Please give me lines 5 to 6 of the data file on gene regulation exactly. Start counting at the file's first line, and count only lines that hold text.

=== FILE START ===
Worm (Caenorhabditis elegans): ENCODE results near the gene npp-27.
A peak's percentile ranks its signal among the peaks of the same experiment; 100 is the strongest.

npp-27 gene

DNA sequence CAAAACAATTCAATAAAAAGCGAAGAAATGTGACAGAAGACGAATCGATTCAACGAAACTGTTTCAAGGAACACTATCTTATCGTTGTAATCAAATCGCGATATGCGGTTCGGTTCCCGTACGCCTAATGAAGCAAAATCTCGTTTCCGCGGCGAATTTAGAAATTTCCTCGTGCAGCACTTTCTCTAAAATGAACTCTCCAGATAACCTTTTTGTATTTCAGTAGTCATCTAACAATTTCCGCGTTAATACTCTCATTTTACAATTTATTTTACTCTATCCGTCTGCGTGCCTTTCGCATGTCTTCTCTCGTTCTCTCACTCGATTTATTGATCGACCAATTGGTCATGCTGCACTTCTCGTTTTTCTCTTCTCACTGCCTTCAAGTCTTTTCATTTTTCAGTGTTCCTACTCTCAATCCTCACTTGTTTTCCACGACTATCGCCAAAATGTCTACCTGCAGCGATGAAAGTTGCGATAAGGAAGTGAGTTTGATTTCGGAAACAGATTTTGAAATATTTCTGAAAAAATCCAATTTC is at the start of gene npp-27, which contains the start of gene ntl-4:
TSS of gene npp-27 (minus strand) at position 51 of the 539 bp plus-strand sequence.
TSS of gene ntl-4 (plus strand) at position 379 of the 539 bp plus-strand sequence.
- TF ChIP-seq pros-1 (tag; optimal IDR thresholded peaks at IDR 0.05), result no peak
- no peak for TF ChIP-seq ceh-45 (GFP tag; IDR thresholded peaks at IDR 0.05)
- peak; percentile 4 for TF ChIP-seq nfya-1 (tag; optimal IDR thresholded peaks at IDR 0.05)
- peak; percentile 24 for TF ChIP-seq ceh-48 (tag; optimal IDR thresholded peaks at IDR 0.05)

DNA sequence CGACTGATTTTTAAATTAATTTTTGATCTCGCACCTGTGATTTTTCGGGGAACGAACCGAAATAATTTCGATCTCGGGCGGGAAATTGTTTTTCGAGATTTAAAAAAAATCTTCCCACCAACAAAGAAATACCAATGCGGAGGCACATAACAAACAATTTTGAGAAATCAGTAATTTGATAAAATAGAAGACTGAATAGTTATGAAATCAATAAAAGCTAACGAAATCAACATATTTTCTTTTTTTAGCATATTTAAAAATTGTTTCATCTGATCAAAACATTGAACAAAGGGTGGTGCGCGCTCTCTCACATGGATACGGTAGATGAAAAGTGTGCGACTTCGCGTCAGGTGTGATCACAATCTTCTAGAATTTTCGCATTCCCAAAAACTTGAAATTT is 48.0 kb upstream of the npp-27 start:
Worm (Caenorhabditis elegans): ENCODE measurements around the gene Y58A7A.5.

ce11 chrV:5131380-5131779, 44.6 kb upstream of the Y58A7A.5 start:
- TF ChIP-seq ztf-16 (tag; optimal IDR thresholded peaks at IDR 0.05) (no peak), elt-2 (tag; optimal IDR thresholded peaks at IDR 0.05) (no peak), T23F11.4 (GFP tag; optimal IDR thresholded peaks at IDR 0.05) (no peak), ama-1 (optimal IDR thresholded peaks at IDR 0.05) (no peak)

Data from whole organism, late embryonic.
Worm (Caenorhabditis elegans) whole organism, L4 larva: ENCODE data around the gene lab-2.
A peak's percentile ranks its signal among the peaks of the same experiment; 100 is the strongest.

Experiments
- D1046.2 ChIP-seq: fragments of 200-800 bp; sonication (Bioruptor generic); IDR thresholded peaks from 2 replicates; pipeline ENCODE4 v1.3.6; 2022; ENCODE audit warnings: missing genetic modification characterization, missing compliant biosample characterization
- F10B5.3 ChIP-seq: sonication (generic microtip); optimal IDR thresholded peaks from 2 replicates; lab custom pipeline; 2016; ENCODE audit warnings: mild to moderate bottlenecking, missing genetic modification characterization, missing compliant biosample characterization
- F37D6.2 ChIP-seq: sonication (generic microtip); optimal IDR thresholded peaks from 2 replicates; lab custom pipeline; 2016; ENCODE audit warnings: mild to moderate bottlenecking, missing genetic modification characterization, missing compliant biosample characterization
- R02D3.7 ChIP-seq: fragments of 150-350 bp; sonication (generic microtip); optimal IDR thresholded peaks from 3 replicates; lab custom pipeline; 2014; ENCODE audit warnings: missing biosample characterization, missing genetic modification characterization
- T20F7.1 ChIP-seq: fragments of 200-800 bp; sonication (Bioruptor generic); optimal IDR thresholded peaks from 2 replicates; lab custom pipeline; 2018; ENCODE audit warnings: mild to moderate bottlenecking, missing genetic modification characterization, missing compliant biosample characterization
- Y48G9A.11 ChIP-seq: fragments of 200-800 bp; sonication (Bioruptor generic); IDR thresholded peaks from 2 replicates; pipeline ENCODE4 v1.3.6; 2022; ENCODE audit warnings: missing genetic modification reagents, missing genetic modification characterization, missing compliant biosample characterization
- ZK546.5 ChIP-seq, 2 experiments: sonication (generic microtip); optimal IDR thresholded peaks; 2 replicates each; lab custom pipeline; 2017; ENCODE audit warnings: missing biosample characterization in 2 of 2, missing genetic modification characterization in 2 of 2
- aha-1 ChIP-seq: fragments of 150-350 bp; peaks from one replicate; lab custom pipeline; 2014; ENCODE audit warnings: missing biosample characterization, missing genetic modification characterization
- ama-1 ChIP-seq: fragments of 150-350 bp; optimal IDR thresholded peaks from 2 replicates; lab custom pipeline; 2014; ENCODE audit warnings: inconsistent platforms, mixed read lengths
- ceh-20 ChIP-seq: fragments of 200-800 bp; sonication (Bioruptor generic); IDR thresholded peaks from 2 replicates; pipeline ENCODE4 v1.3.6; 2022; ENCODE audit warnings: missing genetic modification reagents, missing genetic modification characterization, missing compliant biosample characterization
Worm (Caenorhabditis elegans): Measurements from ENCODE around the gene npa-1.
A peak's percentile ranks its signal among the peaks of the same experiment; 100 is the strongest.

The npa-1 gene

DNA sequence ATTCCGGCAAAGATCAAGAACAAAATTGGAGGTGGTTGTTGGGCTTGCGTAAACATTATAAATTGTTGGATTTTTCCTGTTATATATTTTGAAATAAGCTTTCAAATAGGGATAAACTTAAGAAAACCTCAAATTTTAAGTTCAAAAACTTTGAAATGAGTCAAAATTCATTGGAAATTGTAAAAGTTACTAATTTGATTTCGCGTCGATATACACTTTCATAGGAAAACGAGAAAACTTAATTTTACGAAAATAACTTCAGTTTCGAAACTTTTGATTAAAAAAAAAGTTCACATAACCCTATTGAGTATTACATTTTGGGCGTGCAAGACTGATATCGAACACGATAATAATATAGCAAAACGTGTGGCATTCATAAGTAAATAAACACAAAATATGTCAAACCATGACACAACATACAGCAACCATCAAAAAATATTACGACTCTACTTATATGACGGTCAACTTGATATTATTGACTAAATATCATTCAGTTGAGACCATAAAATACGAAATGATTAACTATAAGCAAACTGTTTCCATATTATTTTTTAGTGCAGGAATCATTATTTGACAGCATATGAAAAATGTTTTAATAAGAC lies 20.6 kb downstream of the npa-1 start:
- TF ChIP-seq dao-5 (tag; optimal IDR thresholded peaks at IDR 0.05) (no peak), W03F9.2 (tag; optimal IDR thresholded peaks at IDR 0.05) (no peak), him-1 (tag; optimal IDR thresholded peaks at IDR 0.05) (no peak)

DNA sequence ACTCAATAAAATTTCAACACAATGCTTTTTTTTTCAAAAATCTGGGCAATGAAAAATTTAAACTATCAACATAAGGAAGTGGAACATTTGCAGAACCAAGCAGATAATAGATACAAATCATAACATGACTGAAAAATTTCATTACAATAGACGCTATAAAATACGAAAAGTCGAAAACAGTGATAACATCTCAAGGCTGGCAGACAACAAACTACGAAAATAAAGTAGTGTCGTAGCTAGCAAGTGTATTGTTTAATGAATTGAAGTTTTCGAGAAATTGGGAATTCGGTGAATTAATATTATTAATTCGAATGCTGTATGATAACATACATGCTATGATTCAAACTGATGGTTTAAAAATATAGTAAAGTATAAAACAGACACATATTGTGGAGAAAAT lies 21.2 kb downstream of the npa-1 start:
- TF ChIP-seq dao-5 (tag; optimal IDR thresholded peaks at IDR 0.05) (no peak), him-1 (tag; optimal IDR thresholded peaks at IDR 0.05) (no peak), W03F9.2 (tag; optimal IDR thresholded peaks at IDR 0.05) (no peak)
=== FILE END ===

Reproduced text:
TSS of gene npp-27 (minus strand) at position 51 of the 539 bp plus-strand sequence.
TSS of gene ntl-4 (plus strand) at position 379 of the 539 bp plus-strand sequence.